The obelisk just in front of the church was originally located in the Gardens of Sallust. In 1788 it was moved to its current location. The hieroglyphs are copies of the obelisk on the Piazza del Popolo.
This big square takes its name from the Spanish embassy that is located there.
Piazza di Spagna is crowded every time and is known for the Scalinata della Trinità dei Monti (Spanish Steps). This long staircase was built between 1721 and 1725. It links the square with the church of Trinità dei Monti. At the bottom of the stairs there is a fountain called "la Barcaccia". It is a work by Pietro Bernini and his son, Gian Lorenzo.
How many times did we pass by the Spanish Steps during our week in Rome? and yet I find I only have one photo of them. Mid-June, and the classic Springtime scene of the steps lined with flowers has become just a mass of people, the flowers gone and, this year, scaffolding hiding the facade of the Chiesa di Santissima Trinità dei Monti - somehow the place just doesn't register with me enough to set the shutter finger going. Maybe if I was twenty? thirty? forty/? years younger.
And yet, I bring home from Rome some lovely images in the mind's eye of a different aspect of this little corner of the city. The graceful calm of the cloister of the Trinità, a few quiet moments under the frescoed dome of the church, children playing in a shady garden oblivious of the view of Rome spread out below them. We'd come with a friend to collect her children from their school in the monastery by the church - another world from the crowds just the other side of the wall.
The Trinità has long been a small French enclave in the heart of Rome. The church was built by the French King, Louis XII in 1502 to celebrate his success in the invasion of Naples and, with the agreement of the popes of the time, the church remained under French patronage for the next four hundred years. In the early 19th century it became the Mater church of the French Society of the Sacred Heart and, as such, is held dear by generations of those who were educated by this order around the world. Times change and in 2005 the church and its adacent monastery buildings were handed over to a new order, the Monastic Communities of Jerusalem (Fraternités Monastiques de Jérusalem) a congregation of monks, nuns and lay people with a vocation is to live “in the heart of the city, in the heart of God” . The French government are funding the restoration work that is currently being done and the new order have pledged their continuing commitment to welcome everyone who comes to this beautiful church.
As for the steps themselves, they're very handsome. Reputedly the longest and widest flight of stairs in Europe, they were built in 1725 to link the Spanish Bourbon Embassy and the church at the top to the Holy See on the piazza below. Already the city's favourite place for hanging out and being seen, the addition of the steps to the piazza only added to its popularity - a popularity that continues to this day, with tourists and local lads and lasses cramming the steps at all hours of the day and night. You need to be up very early, or very late, if you want to see the staircase for itself alone.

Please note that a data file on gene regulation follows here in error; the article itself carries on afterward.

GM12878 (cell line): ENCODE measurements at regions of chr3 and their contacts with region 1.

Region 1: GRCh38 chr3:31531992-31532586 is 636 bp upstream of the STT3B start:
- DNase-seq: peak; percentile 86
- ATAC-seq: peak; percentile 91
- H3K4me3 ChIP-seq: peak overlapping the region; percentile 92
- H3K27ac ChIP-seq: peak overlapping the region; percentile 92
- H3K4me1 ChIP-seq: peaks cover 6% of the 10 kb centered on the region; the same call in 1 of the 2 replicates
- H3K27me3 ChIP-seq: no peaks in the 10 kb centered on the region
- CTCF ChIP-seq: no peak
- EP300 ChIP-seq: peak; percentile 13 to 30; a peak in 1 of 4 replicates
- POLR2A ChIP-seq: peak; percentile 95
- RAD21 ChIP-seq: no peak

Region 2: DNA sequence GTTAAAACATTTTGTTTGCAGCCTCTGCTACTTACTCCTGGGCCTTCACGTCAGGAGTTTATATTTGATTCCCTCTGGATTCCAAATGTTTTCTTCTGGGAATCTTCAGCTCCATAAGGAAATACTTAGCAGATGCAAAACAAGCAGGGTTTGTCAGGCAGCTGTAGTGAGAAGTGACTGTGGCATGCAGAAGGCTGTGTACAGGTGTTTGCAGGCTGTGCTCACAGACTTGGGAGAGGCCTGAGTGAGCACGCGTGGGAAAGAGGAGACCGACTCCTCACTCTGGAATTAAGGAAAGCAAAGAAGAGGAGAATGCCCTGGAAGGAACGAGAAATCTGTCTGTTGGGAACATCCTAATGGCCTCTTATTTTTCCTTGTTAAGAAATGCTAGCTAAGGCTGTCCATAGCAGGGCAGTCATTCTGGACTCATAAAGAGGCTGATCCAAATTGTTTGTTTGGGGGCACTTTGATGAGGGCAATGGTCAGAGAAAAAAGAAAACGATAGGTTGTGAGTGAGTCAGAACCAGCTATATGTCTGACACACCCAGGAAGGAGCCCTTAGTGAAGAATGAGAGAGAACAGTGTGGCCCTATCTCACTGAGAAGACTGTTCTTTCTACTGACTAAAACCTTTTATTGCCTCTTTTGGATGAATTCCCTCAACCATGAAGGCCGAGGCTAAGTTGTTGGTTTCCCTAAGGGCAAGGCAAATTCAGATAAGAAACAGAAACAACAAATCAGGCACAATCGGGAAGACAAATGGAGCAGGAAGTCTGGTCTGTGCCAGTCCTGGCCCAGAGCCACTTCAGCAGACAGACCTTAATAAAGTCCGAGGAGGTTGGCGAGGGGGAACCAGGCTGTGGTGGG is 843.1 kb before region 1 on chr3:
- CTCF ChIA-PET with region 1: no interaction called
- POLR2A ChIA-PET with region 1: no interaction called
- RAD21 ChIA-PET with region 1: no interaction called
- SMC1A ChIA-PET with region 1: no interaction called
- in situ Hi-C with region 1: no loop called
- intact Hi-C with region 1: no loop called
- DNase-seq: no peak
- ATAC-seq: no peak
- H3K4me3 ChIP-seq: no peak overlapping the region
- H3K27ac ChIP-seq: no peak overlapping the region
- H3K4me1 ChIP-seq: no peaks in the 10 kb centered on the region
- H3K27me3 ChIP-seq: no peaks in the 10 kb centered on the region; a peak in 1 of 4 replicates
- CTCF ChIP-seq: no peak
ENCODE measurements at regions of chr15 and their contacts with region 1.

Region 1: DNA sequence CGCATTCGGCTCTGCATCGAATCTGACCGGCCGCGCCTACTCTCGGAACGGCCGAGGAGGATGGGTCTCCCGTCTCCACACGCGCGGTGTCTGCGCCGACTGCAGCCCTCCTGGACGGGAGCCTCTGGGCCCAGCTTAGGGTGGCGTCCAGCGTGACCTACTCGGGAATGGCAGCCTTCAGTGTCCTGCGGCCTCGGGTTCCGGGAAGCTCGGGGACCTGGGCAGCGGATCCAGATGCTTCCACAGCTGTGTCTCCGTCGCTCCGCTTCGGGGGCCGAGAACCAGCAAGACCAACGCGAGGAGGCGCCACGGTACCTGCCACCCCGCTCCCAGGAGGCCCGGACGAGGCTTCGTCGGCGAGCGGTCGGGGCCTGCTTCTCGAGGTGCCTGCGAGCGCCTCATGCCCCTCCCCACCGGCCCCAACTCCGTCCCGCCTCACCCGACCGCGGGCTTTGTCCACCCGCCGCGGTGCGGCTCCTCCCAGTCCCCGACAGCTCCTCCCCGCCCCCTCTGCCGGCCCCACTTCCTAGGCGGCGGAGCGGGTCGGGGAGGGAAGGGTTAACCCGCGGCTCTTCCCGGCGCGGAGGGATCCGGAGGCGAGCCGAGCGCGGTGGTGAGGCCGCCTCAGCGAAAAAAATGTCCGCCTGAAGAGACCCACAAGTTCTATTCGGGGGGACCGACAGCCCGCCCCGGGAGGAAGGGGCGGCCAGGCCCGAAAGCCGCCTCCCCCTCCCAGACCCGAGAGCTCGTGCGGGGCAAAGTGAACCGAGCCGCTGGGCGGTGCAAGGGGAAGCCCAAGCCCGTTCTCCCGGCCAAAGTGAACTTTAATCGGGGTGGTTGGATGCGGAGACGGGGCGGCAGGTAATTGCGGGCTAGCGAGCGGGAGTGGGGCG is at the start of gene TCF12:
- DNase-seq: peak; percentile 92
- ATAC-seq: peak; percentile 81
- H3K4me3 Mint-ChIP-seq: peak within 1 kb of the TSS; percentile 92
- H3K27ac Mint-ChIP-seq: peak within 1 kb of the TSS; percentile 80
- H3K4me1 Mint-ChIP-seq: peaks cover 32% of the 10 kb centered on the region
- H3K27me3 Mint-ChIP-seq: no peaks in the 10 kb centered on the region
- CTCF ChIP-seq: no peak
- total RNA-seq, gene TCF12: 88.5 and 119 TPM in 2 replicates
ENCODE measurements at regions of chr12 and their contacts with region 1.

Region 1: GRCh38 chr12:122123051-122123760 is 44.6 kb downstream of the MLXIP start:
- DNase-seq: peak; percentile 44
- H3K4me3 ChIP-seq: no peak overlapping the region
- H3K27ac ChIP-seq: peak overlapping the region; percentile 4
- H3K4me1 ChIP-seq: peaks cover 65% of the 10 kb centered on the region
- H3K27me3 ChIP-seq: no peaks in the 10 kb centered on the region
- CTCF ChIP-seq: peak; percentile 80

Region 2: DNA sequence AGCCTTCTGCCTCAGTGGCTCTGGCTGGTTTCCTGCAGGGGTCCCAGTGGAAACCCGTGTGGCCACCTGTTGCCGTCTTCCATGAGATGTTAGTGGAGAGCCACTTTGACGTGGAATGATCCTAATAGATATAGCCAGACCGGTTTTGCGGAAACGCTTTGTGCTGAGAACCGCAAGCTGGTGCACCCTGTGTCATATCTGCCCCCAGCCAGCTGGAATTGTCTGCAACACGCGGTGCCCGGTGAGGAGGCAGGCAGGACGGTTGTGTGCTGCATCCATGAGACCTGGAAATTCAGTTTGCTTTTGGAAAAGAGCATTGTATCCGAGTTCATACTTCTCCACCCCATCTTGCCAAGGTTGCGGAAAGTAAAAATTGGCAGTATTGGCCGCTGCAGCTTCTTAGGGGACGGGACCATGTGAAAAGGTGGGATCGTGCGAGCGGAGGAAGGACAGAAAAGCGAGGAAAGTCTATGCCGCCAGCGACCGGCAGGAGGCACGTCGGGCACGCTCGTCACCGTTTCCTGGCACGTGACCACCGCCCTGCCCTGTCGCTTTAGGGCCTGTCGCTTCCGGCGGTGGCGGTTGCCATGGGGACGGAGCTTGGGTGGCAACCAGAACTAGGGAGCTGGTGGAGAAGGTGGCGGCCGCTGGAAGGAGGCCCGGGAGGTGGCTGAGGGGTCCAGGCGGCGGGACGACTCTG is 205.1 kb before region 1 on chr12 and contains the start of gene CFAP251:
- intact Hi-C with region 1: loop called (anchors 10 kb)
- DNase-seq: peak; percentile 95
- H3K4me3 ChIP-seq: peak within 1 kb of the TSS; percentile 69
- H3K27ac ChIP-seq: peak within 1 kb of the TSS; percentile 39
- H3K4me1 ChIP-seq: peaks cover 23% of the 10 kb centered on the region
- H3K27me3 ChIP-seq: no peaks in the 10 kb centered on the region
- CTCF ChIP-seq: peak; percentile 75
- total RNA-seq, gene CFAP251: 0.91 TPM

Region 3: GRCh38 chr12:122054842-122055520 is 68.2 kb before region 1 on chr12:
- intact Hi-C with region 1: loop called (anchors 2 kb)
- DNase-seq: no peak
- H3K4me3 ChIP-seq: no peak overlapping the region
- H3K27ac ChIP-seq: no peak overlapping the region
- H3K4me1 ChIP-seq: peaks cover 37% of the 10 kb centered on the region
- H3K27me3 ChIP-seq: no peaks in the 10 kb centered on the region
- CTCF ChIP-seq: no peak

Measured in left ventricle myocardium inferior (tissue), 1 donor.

In front of the Spanish Steps there is a fountain made in 1629 by Pietro Bernini. It really deserves a close look. Useful tip: If you lean to it you can fill bottles with drinkable water pouring from four taps.
The Piazza Spagna with the Scalinata de Trinitá dei Monti (aka Spanish Steps) is surrounded by 18th century buildings and from here are born many important streets each one different in character: Via Margutta for its many painters, Via Babbuino, famous for its antique shops, Via Condotti with designer boutiques and the 18th century Greco Café, Via Borgognona with designer boutiques and haute couture, and last, but not least, Via Frattina, famous for... ehhh... don't know.
In the central part of the piazza there is a fountain, la Fontana della Barcaza, made by Bernini.
The steps themselves is the soul of the piazza. It was constructed in the eary 1700's by F. De Sanctis and it goes from Piazza Spagna to Piazza Trinitá dei Monti, with the Salutius obelisk at the centre.
During May, the steps are filled with azaleias which come from municipal garden houses.
It's one of Rome's most famous meeting points and one that definately should be seen.
The Piazza di Spagna at the foot of the monumental staircase the spanish steps has a nice simple fountain. It is the Fontana della Barcaccia (fountain of the worthless boat) designed by Gian Lorenzo Bernini.
In the southeast part of the square is the Colonna dell'Immacolata (column of the Immaculate conception). It was erected in 1857 to commemorate the dogma of the immaculate conception. The column was found in 1777 under a monastery. It is now topped with a statue of Virgin Mary.
The Spanish steps are a well known meeting place for foreigners, we visited during the day and at night and they were packed full of people both times!
There is a church at the top of the steps, for some unknown reason when we visited it was closed and we couldnt go in, also the front is being restored....so it wasnt much to look at!! Another place to revisit on our next trip!